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Last Updated: Tuesday, 9 November, 2004, 07:22 GMT
Drink drive message 'ignored'
Car dashboard
Alcohol or drugs was the single biggest factor in fatal collisions
The "don't drink and drive" message is not getting through to motorists, according to a national road safety charity.

Brake said a hard-hitting message it was launching on Tuesday aimed to highlight rising casualty figures in Northern Ireland.

More than a third of fatal crashes involved drink or drugs, it said.

The campaign is being launched in Belfast by the sister of a drink drive victim.

Aileen Tester's brother, Robert Bradley, was killed by a drink driver as he walked home after a night out at university.

Robert, 20, from Londonderry and his friend, Alex Veeder, 21, from Manchester, were killed after a driver sped the wrong way down a one-way street in Nottingham in 2000.

"Drinking and driving devastates innocent lives," said Aileen.

If drivers could see such carnage - see us cut the lifeless bodies of victims from the mangled wreckage of vehicles - I am sure they would not be so quick to get behind the wheel of a vehicle after drinking
Chris Kerr
Fire Brigade Belfast area commander

"Even getting behind the wheel after drinking small amounts of alcohol can lead to a fatal crash.

"I urge anyone who thinks drinking and driving is okay to think of the traumatic loss that bereaved families suffer. The message to drivers is simple: don't drink and drive."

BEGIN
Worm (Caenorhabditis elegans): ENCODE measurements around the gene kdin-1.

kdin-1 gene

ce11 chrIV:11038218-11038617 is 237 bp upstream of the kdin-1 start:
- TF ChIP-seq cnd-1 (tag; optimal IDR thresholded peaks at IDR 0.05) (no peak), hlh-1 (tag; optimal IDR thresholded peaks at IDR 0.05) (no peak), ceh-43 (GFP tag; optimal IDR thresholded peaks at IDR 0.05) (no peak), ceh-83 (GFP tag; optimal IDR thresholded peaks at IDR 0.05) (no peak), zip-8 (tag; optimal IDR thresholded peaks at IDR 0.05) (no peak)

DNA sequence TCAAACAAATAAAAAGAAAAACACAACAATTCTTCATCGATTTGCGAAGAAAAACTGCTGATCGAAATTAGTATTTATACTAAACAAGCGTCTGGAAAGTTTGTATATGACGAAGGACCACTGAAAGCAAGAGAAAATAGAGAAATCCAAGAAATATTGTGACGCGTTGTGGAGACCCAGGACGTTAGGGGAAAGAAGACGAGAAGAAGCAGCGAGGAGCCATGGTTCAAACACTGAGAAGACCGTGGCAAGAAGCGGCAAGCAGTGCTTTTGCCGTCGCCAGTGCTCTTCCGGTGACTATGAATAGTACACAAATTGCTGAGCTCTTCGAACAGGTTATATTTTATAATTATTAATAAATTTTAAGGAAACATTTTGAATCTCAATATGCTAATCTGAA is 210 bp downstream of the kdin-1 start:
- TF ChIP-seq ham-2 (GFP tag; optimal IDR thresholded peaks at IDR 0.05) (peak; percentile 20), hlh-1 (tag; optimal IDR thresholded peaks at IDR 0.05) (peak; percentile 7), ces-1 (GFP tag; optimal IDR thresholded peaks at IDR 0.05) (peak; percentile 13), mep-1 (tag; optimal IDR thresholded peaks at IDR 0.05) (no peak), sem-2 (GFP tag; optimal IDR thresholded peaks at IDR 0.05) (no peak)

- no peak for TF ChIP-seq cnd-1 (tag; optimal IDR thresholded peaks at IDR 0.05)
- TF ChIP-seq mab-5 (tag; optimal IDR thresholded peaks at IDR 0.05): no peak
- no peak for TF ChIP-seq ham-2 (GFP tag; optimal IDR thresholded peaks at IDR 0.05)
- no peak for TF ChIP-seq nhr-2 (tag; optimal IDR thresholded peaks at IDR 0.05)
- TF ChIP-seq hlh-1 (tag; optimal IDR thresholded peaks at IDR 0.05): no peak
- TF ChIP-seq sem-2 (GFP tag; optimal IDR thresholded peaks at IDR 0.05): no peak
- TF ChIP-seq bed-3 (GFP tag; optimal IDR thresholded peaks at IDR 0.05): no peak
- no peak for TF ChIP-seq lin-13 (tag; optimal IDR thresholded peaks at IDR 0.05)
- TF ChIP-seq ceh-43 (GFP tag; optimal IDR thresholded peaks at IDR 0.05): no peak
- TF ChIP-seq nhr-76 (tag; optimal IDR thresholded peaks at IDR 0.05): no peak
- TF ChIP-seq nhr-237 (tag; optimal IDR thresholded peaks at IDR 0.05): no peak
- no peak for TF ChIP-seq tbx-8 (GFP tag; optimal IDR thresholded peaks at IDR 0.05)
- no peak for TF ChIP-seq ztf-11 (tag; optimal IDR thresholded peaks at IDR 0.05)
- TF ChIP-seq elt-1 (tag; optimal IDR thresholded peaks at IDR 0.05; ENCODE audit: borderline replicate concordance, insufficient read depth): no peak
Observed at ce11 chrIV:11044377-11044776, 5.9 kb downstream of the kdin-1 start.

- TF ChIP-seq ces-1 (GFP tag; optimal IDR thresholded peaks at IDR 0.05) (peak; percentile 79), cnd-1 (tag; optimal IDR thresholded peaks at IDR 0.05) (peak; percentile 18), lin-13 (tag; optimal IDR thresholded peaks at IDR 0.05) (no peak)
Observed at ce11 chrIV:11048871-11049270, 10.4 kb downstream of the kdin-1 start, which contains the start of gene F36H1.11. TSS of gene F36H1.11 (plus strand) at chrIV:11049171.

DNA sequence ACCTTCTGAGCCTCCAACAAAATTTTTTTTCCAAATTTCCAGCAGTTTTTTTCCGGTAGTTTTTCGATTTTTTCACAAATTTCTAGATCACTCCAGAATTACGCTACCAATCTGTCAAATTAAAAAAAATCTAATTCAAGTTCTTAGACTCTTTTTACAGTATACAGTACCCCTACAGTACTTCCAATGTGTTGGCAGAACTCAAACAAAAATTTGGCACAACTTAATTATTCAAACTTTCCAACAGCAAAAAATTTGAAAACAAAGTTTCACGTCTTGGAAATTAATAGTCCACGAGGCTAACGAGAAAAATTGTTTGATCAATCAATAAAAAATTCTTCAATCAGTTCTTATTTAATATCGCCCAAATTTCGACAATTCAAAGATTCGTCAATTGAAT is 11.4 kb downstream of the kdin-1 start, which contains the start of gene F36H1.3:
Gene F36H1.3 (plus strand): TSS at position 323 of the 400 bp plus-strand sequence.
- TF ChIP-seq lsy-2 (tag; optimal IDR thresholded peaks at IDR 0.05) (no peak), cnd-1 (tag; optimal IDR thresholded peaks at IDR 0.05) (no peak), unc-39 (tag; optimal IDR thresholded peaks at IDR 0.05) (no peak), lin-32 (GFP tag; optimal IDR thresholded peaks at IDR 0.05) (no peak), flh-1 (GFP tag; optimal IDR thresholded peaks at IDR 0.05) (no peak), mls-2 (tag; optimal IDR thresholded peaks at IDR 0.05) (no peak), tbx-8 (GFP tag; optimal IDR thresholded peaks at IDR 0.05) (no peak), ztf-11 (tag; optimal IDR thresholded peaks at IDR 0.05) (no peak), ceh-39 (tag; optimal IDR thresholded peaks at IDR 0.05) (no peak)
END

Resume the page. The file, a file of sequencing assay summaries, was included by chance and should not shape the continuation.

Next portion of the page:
Brake said the latest police statistics showed fatalities caused by drunk or drugged drivers in Northern Ireland had increased by 50% over the past decade - from 25 deaths in 1993 to 37 deaths in 2003.

The figures also showed that in 2003, alcohol or drugs was the single biggest factor in Northern Ireland fatal collisions, with speed a close second.

'Massively influenced'

However, David Lyle, whose company has been behind advertisements for road safety, insisted the "don't drink and drive" message was getting through.

"They are working fantastically well," he told BBC Radio Ulster on Tuesday.

"In the year 2003, out of the 29 fatal collisions caused by driver alcohol and drugs in Northern Ireland, eight of those collisions were caused by young drivers aged 17 to 24."

He added: "We are continually polling people and tracking the evidence in these ads. Young people are massively influenced by them.

"Year in, year out, month in, month out, we record the highest influence scores for these ads - 79% of young people aged 17 to 24 are influenced by them."

Chris Kerr, the Fire Brigade area commander for Belfast, said firefighters were increasingly called to attend horrific road crashes - often as a result of drink related driving.

"If drivers could see such carnage - see us cut the lifeless bodies of victims from the mangled wreckage of vehicles - I am sure they would not be so quick to get behind the wheel of a vehicle after drinking," he said.




BBC NEWS: VIDEO AND AUDIO
BBC NI's Yvette Shapiro:
"Last year, 37 people died in accidents caused by drivers who were either drunk or drugged"



SEE ALSO:
Police operation 'huge success'
14 Sep 04 |  Northern Ireland
Police target illegal drivers
09 Sep 04 |  Northern Ireland


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